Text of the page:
Exploring the relationship between sunlight exposure, psychological health, and gestational weight gain: a prospective observational study

Satvinder Kaur, Ee Yin Kok, Nor Aini Jamil, Susy K. Sebayang

Research output: Contribution to journalArticlepeer-review


Introduction: Gestational weight gain (GWG) is influenced by various factors during pregnancy. This study attempts to explore the relationship between environmental factors i.e., sunlight exposure and psychological health i.e. psychological well-being and sleep quality during pregnancy with total gestational weight gain. Methods: This was a prospective observational study conducted in government maternity clinics in Kuala Lumpur. Pregnant women aged 19–39 years without comorbidities were recruited during second trimester and followed up until birth. The participants were required to wear a UVB dosimeter for a total of three consecutive days (2 weekdays and 1 weekend) to determine sunlight exposure (SED) during their second trimester. The PSQI and DASS-21 were used to determine sleep quality and psychological wellbeing, respectively. GWG data were collected from clinic health records. The association of sun exposure and psychological health with total GWG was determined using multiple linear regression. Results: A total of 73 pregnant women aged 27.9 ± 3.3 years were included in the analysis. The prevalence of pregnant women exhibiting stress, anxiety, and depression symptoms was 11%, 40%, and 16% respectively. The global PSQI median score was 5 (IQR = 3), with 59% having poor sleep quality. Median sleep duration was 7 h (IQR = 2) while median sleep efficiency was 92% (IQR = 14). The median SED was 0.04 (IQR = 0.09), with 51% of them being under the 50th percentile. The majority had adequate GWG (58%). Sleep parameters were not found to be correlated with total GWG except for sleep latency (ρ = -0.356, p = 0.002). Sunlight exposure was found to have no significant relationship with sleep and total GWG. Adjusted multiple linear regression showed that greater depression is associated with higher total GWG (β = 0.239, p = 0.039) while controlling for sleep quality. Conclusion: Depression was associated with total GWG when sleep quality was controlled for while sunlight exposure had no significant association with GWG. Future studies should study the complex relationship between factors of mental health, sleep, and weight gain during pregnancy. Healthcare providers may be better equipped to develop interventions aimed to prevent negative maternal and fetal health outcomes.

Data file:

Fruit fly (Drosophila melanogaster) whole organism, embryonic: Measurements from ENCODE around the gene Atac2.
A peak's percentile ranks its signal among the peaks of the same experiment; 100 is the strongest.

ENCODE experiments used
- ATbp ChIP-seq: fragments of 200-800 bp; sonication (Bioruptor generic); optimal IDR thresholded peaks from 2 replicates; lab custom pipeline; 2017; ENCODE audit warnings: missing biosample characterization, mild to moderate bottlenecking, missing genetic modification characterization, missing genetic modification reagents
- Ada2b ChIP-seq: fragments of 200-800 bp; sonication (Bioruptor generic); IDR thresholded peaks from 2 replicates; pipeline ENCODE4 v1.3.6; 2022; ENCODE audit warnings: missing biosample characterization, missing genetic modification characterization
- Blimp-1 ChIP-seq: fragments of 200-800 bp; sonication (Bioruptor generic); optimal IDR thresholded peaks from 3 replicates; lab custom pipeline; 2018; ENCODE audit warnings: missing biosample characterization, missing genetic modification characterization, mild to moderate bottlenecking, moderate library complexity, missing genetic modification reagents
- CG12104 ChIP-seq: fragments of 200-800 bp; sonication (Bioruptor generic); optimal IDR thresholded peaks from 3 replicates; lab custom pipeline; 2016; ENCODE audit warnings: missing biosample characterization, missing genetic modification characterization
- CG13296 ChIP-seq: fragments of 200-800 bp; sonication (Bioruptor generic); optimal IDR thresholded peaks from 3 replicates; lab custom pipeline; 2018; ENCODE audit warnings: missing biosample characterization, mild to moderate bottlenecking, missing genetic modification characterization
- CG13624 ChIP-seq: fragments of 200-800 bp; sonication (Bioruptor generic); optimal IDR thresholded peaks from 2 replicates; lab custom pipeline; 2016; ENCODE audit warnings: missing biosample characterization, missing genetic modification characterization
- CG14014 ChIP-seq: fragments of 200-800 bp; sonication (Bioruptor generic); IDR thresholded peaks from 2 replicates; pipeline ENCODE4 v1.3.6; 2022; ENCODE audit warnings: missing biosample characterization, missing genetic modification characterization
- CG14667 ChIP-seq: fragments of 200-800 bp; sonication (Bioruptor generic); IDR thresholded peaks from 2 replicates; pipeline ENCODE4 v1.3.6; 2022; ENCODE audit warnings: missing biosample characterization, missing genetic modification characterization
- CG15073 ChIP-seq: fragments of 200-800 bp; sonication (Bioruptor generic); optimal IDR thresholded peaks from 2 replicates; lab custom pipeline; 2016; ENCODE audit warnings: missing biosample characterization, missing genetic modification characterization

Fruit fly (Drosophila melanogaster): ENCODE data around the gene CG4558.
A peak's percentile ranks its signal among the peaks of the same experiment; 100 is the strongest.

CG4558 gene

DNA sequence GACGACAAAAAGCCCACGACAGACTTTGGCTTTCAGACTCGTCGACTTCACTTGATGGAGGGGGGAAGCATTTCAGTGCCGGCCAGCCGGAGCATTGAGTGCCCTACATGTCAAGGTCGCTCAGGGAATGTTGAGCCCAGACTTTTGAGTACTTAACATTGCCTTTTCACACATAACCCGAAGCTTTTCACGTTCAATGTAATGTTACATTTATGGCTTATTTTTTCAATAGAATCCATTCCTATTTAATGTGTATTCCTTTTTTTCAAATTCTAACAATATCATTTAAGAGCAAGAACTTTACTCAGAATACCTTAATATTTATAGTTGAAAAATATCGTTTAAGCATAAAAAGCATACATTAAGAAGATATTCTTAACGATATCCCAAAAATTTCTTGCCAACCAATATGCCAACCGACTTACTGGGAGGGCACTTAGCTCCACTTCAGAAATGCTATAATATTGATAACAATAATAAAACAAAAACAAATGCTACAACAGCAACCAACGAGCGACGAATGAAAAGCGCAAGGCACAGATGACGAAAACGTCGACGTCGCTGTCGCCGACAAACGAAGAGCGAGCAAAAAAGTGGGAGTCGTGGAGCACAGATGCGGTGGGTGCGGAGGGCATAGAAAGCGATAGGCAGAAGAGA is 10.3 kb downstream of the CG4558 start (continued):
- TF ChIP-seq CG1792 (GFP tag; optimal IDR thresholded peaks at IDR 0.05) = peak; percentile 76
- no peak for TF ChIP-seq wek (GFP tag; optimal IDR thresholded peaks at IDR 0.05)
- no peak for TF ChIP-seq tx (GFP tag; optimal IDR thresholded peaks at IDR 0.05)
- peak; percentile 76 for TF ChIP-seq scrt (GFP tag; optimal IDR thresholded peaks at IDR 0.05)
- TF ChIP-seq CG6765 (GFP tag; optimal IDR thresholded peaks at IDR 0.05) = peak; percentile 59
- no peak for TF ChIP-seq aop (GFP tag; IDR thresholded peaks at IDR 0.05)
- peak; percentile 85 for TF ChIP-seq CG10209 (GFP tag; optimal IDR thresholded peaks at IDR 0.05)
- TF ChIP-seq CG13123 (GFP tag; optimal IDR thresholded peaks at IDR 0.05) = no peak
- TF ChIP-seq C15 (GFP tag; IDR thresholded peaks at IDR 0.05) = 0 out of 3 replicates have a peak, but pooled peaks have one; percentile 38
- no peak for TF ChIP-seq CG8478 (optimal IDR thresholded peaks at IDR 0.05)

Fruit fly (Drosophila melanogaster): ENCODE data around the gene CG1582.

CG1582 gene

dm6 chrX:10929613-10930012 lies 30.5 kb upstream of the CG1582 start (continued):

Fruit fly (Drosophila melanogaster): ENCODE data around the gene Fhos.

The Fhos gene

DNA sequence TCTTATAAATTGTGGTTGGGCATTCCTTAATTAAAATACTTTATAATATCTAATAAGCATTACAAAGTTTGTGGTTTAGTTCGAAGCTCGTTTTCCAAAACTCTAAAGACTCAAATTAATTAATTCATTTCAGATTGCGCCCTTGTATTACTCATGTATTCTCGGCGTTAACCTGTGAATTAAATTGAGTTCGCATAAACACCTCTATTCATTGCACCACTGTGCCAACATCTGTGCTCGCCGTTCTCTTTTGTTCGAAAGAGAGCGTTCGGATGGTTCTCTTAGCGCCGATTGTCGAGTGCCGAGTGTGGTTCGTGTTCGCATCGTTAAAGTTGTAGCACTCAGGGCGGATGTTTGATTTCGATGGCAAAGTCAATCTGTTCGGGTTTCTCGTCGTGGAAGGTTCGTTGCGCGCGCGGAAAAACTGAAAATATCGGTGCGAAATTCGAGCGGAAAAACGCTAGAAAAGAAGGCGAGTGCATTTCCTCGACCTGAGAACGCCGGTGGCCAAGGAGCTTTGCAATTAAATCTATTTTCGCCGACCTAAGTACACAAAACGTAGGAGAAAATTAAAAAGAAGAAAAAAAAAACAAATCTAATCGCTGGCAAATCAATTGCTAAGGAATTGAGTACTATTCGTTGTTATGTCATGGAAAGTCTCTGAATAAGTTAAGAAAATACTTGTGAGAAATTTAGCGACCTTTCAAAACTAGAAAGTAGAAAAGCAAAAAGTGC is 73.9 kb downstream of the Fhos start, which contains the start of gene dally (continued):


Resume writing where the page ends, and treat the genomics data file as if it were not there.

Original languageEnglish
Article number122
JournalBMC Public Health
Issue number1
Publication statusPublished - Dec 2024


  • Depression
  • Gestational weight gain
  • Maternal health
  • Pregnant women
  • Sleep quality
  • Sunlight exposure


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